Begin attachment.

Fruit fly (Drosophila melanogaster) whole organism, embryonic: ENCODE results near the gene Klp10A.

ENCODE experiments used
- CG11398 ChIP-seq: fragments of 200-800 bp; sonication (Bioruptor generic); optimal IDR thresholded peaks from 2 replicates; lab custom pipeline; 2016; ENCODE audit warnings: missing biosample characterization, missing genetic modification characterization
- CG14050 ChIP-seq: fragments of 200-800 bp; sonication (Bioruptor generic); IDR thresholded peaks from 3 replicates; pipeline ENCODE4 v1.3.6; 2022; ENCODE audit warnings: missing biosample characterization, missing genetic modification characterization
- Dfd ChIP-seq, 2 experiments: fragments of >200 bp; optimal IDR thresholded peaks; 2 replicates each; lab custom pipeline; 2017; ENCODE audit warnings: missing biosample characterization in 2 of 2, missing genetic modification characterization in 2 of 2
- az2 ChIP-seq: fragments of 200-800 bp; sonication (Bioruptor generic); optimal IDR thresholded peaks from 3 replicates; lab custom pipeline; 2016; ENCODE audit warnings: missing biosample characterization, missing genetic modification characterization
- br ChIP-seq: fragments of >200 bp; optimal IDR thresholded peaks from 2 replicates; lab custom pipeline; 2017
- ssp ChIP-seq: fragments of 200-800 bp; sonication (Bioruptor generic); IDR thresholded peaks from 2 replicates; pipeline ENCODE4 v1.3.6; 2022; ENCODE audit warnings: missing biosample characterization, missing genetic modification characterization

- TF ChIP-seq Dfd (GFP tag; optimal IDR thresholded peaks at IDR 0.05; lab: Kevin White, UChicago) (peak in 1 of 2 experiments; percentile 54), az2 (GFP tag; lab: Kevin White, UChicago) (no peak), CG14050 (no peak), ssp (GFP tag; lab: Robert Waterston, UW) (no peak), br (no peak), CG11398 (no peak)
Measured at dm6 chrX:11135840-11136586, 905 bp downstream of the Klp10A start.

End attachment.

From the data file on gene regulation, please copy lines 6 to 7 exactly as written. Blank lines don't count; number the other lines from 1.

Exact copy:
- az2 ChIP-seq: fragments of 200-800 bp; sonication (Bioruptor generic); optimal IDR thresholded peaks from 3 replicates; lab custom pipeline; 2016; ENCODE audit warnings: missing biosample characterization, missing genetic modification characterization
- br ChIP-seq: fragments of >200 bp; optimal IDR thresholded peaks from 2 replicates; lab custom pipeline; 2017